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we’re not too hungover we’ve been bailed out we’re not too exhausted from last night’s (CENSORED) the caffeine kicks in. Join us every weekday morning at 9am (ET) and weekend morning at 10:30am (ET) to talk about current news and our boring lives and to make fun of LaEscapee! If we are ever running late, it’s PhilJD’s fault.
This Day in History
A powerful 8.2-magnitude earthquake hit Chile’s Pacific coast Tuesday, triggering tsunami waves of more than two meters and warnings for people to flee to higher ground.
There were no immediate reports of casualties or major damage on shore, but warnings and advisories were issued for coastal areas up South and Central America’s huge Pacific coast.
Pacific Gas and Electric Co. was charged on Tuesday with federal felony counts involving safety violations linked to a deadly 2010 natural gas pipeline explosion in the San Francisco Bay Area.
The indictment charges the utility with 12 felony violations of federal pipeline safety laws, which could carry a total possible fine of $6 million, or more if the court decides it somehow benefited financially from the disaster.
Federal prosecutors allege that PG&E knowingly relied on erroneous and incomplete information when assessing the safety of the pipeline that eventually ruptured, sparked a fireball and leveled 38 homes in San Bruno.
The Obama administration has conducted warrantless searches of Americans’ communications as part of the National Security Agency’s surveillance operations that target foreigners located outside of the U.S., the administration’s top intelligence official confirmed in a letter to Congress disclosed Tuesday.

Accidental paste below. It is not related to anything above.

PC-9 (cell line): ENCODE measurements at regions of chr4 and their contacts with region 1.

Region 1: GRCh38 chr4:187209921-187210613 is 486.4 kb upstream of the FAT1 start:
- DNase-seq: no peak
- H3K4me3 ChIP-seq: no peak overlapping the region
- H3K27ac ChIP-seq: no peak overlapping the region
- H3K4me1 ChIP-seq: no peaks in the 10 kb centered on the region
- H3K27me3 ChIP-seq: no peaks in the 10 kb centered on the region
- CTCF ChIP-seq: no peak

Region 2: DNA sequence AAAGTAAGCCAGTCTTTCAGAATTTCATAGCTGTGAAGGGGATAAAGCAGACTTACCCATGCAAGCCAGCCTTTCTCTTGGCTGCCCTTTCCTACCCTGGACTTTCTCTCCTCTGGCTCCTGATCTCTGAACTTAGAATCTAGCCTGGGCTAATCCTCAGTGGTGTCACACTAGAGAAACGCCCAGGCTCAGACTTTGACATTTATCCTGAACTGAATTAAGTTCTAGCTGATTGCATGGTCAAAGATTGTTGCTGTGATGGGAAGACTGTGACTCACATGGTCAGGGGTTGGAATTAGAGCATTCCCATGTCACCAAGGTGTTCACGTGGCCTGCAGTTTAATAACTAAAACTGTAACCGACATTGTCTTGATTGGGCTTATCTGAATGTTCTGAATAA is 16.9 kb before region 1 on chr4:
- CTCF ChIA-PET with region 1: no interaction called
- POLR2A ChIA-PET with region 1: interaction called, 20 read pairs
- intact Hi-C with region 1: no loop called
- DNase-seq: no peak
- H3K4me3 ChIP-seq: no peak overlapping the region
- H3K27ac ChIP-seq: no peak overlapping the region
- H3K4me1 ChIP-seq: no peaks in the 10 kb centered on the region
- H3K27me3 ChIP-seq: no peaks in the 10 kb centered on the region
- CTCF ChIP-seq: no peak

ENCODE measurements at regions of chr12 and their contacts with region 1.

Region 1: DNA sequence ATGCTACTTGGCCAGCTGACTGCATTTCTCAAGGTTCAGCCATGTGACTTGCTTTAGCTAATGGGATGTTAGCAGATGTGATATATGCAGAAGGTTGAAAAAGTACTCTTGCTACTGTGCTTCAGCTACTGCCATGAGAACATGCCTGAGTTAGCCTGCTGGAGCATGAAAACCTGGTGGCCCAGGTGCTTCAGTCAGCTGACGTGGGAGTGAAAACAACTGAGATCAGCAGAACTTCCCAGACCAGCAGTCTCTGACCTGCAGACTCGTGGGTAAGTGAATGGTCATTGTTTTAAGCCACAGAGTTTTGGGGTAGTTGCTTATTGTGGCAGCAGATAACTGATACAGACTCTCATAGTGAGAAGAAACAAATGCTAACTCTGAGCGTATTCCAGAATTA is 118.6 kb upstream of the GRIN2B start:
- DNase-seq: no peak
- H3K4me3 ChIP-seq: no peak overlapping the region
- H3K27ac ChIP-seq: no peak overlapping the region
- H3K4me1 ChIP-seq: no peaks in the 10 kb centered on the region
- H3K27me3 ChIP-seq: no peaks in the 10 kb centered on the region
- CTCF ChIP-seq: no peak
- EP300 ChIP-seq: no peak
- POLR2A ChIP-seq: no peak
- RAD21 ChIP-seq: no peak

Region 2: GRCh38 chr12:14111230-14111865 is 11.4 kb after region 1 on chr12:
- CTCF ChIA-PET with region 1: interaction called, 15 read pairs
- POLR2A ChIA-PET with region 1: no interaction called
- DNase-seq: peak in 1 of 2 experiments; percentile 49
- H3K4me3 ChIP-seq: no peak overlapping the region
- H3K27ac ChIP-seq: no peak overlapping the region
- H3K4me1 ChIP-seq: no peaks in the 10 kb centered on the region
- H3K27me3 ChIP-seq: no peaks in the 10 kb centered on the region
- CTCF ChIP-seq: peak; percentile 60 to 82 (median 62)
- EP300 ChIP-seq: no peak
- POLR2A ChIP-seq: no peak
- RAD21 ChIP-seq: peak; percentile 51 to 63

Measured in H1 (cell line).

The U.N. Human Rights Committee in Geneva on Thursday condemned the United States for criminalizing homelessness, calling it “cruel, inhuman and degrading treatment” that violates international human rights treaty obligations. It also called upon the U.S. government to take corrective action, following a two-day review of U.S. government compliance with a human rights treaty ratified in 1992.
“I’m just simply baffled by the idea that people can be without shelter in a country, and then be treated as criminals for being without shelter,” said Sir Nigel Rodley, chairman of the committee in closing statements on the U.S. review. “The idea of criminalizing people who don’t have shelter is something that I think many of my colleagues might find as difficult as I do to even begin to comprehend.”
In towns and cities across the United States, police officers find themselves playing dual roles as law enforcers and psychiatric social workers. County jails and state prisons have become de facto mental institutions; in New York, for instance, a surge of stabbings, beatings and other violence at Rikers Island has been attributed in part to an influx of mentally ill inmates, who respond erratically to discipline and are vulnerable targets for other prisoners. “Frequent fliers,” as mentally ill inmates who have repeated arrests are known in law enforcement circles, cycle from jail cells to halfway houses to the streets and back.
The problem has gotten worse in recent years, according to mental health and criminal justice experts, as state and local governments have cut back on mental health services for financial reasons. And with the ubiquity of video cameras – both in ordinary citizens’ hands and on police officer’s helmets and in cruisers – the public can more readily see what is going on and respond.
“I think that this issue hits every city, every part of the country where you have people who are walking on the street who normally would have been under some kind of treatment or institutionalized,” said Chuck Wexler, executive director of the Police Executive Research Forum, a Washington-based nonprofit that in 2012 released a report calling for minimizing the use of force by the police in situations involving mental illness.
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